Save for Will Smith’s steampunk rendition of the Wild Wild West, the cowboy is a character that’s been almost definitively written out of the black narrative. The image of a black cowboy for many is a jarring one, but for designer Soji Solarin, it’s a site through which to playfully challenge the preconceptions of black identity. Harking back to the profession’s black and native American origins, Solarin’s Negro Cowboy collection addresses the cowboy through a lens which it has been historically denied. “I define a cowboy through a sense of intrepidness, and being carefree,” Solarin explains. “I feel like these are characteristics every black person has had to obtain in order to navigate their way through a white-washed world—when your skin colour speaks for you before you do, all you can do is own it with an attitude.”
Brimming with playful slogan tees (“Voodoo Baby”) and structural denim chaps with a ‘90s edge, Negro Cowboy is a collection beaming with audacious attitude, using wit to confront the ceaseless misrepresentation of black identity. “There are so many things wrong with how black people are viewed in society,” Solarin explains, “but worst is being viewed as a singular entity, and downgraded to a convenient box of misfits. It’s aggravating, but rather than approaching it with anger, I choose humour.”
“when your skin colour speaks for you before you do, all you can do is own it with an attitude.”
Solarin’s rodeo-inspired collection is a product of the young designer’s ongoing exploration of black being, exploring the dichotomy not only between black and white, Western and non-Western, but also the distinction between blackness and Africanness. Born in Nigeria and uprooting to America in his childhood, Solarin’s connection with his own racial identity came as a product of diasporic living. “My concept of blackness didn’t really exist until I moved to the US,” he admits. “That was when I discovered how real it is.” In Nigeria, blackness wasn’t a category of difference, but in the US, the concept of blackness came accompanied by a set of complex nuances and tainted by a turbulent history of oppression and struggle. “In a way, I feel like discovering my blackness gave me a sense of belonging in the world,” Solarin explains. “Now I’m a part of this giant network—this community that exists worldwide. It’s not as pronounced here as it is in London or the States, but that’s exciting—to be part of the generation that makes that happen here in Berlin.”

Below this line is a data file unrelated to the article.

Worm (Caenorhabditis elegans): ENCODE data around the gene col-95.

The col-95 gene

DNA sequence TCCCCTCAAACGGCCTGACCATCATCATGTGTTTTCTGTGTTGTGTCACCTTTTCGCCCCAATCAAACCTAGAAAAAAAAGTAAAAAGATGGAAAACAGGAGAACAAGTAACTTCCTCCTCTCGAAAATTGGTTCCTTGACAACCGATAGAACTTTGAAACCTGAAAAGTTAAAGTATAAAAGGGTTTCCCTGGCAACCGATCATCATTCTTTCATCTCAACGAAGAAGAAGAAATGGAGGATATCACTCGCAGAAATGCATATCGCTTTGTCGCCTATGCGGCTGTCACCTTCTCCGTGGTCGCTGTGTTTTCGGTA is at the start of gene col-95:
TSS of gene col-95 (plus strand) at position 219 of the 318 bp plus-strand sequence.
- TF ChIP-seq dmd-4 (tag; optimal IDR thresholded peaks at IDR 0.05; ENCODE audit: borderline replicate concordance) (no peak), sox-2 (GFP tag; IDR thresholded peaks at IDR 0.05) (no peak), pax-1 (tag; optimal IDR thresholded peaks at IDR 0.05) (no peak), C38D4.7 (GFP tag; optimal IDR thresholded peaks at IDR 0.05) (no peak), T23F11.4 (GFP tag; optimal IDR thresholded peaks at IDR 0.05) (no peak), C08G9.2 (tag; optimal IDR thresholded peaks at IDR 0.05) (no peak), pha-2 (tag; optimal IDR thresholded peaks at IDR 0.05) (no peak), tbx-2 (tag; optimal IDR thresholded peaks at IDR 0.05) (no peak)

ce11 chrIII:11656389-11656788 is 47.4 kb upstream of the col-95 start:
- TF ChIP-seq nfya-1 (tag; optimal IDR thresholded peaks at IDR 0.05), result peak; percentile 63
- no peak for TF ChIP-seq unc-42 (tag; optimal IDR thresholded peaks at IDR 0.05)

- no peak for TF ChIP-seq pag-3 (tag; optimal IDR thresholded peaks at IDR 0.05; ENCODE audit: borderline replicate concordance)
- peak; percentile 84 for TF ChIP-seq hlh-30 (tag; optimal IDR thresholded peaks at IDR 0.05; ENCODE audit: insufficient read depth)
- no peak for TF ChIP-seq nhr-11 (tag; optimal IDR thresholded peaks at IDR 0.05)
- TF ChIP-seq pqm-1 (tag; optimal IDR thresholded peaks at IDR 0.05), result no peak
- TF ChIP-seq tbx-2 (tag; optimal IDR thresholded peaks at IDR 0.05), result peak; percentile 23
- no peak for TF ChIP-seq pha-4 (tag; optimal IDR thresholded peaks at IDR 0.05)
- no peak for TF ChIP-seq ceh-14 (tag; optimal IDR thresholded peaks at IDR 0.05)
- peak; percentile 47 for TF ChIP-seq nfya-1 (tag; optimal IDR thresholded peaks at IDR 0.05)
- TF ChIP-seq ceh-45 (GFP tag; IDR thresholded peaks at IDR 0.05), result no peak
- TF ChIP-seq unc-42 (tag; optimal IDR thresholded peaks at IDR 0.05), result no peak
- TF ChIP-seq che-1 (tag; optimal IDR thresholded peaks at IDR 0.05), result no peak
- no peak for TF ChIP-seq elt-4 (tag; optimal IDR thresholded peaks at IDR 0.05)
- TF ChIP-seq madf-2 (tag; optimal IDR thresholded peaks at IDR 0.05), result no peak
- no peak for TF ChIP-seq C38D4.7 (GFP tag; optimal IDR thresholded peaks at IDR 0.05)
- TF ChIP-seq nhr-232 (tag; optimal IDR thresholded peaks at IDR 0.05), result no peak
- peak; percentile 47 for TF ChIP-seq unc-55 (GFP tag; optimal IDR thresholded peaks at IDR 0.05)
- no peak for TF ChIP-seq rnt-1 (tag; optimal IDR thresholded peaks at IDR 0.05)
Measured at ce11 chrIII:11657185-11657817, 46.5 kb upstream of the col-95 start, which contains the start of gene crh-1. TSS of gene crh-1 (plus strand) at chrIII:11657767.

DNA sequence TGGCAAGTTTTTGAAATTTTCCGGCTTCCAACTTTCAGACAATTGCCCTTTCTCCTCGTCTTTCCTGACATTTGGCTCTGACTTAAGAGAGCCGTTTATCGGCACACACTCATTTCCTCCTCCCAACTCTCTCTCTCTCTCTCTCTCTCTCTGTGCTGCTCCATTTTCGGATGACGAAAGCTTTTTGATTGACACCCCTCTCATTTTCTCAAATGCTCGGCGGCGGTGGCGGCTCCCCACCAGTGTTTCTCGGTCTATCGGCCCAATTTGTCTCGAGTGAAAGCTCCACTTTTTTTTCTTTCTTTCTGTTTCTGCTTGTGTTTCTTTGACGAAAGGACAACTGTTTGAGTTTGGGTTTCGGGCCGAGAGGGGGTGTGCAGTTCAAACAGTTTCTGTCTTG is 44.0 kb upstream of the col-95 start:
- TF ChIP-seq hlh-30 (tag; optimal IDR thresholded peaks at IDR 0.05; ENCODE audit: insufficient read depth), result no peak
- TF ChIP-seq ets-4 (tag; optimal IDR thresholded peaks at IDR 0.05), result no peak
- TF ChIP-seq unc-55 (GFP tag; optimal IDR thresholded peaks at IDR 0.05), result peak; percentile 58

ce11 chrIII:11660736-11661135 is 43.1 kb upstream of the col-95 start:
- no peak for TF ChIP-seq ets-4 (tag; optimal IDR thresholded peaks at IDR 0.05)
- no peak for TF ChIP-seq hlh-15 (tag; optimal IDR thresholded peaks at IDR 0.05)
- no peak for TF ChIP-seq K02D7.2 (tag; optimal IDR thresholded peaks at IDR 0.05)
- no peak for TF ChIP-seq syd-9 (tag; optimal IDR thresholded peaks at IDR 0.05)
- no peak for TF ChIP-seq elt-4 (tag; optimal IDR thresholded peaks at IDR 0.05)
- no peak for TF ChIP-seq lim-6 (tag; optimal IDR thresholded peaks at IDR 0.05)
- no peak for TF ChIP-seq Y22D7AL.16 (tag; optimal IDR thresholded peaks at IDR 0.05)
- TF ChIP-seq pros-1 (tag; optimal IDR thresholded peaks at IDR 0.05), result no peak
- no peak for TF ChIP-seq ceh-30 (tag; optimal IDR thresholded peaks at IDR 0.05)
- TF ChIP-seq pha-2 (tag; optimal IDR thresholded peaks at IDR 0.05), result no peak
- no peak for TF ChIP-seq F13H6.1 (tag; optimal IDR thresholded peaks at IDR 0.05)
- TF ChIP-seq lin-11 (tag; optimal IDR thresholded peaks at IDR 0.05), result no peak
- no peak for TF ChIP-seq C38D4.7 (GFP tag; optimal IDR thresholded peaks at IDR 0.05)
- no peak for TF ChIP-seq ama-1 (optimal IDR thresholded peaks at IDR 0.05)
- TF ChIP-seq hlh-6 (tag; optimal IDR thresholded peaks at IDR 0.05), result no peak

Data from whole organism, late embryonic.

Undeniably influenced by the context of his own cross-continental experience, Solarin’s work speaks to the malleable nature of black being, his own included. “My Africanness and my Americanness have both worked together to make me who I am today,” he explains. “My Africanness has a level of discipline that my Americanness lacks. My Africanness believes in obedience and doing as I am told and my Americanness says ‘FUCK THAT!’ My Americanness told me to leave my safe life in LA and move to Berlin to make something out of myself. My Africanness said ‘sure, but can you please go with a decent sized savings so you don’t end up homeless?’ and that’s exactly what I did.”
Fusing unflinching fashion with acute social commentary quick wit, Solarin’s designs prove the pervasive power of a fashion statement—and if his results-driven work ethic’s anything to go by, you should probably watch this space.